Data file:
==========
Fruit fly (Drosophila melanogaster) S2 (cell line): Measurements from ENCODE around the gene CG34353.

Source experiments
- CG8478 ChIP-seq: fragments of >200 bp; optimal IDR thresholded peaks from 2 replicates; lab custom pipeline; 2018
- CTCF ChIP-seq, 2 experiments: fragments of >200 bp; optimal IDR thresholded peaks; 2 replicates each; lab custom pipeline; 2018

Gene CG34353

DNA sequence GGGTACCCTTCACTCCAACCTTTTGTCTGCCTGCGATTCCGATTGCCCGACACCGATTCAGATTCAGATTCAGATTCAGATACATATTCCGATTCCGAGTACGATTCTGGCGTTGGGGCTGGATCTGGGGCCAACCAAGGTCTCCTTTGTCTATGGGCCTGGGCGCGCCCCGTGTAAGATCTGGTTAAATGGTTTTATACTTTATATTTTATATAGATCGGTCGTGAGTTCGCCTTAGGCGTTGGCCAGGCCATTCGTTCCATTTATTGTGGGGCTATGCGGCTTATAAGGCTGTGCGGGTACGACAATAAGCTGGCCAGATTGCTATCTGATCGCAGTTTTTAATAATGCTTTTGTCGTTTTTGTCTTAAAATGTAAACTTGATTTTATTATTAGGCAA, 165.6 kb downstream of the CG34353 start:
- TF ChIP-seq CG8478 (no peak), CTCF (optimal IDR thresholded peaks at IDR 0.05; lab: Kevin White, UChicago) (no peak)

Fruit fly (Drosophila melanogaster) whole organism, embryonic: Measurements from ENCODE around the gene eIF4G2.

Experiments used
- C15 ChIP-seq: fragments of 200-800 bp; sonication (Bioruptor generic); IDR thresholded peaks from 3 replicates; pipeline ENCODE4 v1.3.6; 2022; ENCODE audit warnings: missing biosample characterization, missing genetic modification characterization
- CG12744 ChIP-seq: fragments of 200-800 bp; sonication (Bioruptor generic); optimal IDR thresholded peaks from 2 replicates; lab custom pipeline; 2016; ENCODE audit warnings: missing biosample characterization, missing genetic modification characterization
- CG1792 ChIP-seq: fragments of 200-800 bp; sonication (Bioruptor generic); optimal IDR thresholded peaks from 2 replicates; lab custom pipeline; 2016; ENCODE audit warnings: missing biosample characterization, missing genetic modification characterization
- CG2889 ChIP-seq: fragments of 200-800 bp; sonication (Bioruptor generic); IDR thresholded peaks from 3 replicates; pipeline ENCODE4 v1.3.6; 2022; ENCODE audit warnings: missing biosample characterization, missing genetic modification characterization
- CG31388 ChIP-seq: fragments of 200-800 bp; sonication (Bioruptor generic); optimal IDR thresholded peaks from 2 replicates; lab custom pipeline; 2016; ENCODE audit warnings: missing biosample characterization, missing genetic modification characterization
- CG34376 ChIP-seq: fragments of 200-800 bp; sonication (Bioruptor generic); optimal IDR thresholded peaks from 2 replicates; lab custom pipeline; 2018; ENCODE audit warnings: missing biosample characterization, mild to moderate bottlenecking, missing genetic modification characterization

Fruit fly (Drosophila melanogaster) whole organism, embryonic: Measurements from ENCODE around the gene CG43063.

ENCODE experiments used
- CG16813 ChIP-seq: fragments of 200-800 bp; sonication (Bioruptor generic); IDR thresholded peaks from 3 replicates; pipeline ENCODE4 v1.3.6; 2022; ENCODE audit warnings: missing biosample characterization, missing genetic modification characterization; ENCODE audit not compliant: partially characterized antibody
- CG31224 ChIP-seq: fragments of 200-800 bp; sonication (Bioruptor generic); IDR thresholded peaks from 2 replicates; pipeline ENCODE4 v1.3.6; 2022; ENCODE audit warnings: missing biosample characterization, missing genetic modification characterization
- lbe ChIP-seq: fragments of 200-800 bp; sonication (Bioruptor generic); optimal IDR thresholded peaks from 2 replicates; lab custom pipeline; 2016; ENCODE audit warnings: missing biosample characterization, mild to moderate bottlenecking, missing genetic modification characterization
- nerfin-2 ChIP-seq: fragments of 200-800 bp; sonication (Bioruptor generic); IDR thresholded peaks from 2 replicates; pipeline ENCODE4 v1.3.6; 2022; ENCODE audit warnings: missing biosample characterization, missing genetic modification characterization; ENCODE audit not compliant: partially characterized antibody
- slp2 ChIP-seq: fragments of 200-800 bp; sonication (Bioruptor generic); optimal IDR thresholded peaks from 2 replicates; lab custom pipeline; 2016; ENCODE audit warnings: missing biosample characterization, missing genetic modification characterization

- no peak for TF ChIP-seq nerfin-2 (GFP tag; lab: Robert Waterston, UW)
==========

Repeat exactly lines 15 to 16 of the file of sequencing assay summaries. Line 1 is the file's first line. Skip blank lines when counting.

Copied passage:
- CG34376 ChIP-seq: fragments of 200-800 bp; sonication (Bioruptor generic); optimal IDR thresholded peaks from 2 replicates; lab custom pipeline; 2018; ENCODE audit warnings: missing biosample characterization, mild to moderate bottlenecking, missing genetic modification characterization

Fruit fly (Drosophila melanogaster) whole organism, embryonic: Measurements from ENCODE around the gene CG43063.